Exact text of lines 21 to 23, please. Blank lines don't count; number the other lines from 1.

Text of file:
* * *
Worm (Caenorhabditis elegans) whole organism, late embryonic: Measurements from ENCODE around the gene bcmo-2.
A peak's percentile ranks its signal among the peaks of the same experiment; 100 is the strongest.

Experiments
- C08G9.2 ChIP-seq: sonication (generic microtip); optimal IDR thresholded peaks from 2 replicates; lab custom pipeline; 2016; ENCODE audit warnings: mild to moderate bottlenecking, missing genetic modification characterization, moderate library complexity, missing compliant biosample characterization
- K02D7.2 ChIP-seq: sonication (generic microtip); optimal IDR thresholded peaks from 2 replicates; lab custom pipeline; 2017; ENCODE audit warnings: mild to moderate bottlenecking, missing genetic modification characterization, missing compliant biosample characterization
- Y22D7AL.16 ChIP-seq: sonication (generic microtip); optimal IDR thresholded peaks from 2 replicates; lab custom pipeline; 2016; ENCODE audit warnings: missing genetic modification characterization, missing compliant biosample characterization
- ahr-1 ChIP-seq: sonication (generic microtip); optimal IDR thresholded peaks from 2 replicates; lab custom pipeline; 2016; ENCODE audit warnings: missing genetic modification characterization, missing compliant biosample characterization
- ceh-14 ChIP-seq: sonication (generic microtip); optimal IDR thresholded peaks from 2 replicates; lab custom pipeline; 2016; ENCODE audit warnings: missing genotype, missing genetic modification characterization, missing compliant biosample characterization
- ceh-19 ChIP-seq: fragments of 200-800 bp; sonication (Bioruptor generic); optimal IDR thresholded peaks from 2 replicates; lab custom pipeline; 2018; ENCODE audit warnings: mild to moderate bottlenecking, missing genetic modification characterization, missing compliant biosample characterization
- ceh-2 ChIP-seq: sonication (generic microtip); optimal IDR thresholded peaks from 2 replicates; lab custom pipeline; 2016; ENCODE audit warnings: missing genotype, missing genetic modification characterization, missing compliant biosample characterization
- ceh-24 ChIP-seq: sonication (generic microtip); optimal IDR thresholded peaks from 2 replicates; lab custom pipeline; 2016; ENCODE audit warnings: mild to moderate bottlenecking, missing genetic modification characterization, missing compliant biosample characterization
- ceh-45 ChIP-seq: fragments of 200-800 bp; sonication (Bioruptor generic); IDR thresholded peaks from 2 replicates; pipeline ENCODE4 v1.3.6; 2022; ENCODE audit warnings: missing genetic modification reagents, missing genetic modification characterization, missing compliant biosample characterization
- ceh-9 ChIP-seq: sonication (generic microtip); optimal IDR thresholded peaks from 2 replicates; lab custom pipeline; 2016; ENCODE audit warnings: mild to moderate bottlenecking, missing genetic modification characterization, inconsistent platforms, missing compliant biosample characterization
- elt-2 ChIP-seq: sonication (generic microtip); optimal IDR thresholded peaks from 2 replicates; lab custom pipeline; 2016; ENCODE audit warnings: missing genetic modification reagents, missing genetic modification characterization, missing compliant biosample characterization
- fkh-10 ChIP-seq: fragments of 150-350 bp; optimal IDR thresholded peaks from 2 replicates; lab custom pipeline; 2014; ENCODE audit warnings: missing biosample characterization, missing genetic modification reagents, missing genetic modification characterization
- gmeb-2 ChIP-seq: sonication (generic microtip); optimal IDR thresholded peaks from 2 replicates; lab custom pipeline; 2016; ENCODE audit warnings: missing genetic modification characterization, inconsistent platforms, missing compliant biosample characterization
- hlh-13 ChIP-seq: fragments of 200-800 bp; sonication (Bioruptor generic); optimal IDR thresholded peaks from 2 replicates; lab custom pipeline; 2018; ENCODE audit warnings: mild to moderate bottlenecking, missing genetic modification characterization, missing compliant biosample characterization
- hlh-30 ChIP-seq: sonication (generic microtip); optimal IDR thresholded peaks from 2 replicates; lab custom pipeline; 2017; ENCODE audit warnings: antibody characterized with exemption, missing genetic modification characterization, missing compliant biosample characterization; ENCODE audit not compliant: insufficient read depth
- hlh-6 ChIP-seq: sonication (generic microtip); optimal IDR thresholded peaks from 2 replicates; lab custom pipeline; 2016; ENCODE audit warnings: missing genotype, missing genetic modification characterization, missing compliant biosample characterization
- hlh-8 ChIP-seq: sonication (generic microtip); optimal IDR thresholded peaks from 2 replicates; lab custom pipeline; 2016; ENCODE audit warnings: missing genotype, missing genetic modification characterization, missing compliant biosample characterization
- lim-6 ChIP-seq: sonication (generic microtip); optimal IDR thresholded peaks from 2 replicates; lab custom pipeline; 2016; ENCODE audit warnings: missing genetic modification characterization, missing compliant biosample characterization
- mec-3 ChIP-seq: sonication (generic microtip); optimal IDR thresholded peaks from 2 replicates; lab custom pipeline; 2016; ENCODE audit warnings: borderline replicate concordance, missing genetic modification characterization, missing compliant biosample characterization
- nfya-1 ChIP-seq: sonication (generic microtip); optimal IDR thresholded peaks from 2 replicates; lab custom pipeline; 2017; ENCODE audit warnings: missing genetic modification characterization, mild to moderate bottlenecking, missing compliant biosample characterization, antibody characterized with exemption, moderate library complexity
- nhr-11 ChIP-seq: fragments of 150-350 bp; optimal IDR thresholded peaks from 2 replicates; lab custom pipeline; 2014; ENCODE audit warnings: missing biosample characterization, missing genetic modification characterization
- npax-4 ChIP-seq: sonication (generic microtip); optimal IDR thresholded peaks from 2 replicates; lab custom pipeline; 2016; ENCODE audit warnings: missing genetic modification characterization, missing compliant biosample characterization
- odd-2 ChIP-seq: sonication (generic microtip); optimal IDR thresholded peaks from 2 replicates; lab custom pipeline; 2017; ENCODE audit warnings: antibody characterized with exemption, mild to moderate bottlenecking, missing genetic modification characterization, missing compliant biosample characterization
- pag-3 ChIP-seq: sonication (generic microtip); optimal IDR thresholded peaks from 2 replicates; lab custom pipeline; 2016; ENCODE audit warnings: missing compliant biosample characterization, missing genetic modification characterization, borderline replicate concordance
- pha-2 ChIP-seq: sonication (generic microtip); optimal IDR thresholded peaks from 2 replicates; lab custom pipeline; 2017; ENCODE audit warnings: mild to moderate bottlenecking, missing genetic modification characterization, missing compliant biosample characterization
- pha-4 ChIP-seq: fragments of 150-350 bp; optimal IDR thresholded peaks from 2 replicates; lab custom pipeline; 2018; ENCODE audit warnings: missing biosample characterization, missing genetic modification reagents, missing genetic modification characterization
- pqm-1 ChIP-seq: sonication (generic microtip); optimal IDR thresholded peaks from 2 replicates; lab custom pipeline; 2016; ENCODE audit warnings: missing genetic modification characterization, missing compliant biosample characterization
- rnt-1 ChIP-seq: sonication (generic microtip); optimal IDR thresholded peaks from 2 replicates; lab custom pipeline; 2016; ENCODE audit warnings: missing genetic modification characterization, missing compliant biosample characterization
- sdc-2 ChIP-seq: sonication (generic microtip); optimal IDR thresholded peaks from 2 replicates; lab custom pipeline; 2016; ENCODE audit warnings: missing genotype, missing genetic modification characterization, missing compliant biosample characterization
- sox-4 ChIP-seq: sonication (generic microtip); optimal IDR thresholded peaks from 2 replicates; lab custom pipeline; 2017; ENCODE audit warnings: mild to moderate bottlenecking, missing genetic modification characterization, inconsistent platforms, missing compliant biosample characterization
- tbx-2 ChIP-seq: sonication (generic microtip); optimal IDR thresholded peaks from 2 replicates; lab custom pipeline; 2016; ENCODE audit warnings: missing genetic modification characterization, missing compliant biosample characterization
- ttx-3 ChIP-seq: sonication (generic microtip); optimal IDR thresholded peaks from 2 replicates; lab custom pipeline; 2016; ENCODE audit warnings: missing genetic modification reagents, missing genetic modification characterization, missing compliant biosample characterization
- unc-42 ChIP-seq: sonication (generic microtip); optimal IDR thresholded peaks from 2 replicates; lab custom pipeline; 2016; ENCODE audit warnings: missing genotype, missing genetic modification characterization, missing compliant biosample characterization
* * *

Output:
- lim-6 ChIP-seq: sonication (generic microtip); optimal IDR thresholded peaks from 2 replicates; lab custom pipeline; 2016; ENCODE audit warnings: missing genetic modification characterization, missing compliant biosample characterization
- mec-3 ChIP-seq: sonication (generic microtip); optimal IDR thresholded peaks from 2 replicates; lab custom pipeline; 2016; ENCODE audit warnings: borderline replicate concordance, missing genetic modification characterization, missing compliant biosample characterization
- nfya-1 ChIP-seq: sonication (generic microtip); optimal IDR thresholded peaks from 2 replicates; lab custom pipeline; 2017; ENCODE audit warnings: missing genetic modification characterization, mild to moderate bottlenecking, missing compliant biosample characterization, antibody characterized with exemption, moderate library complexity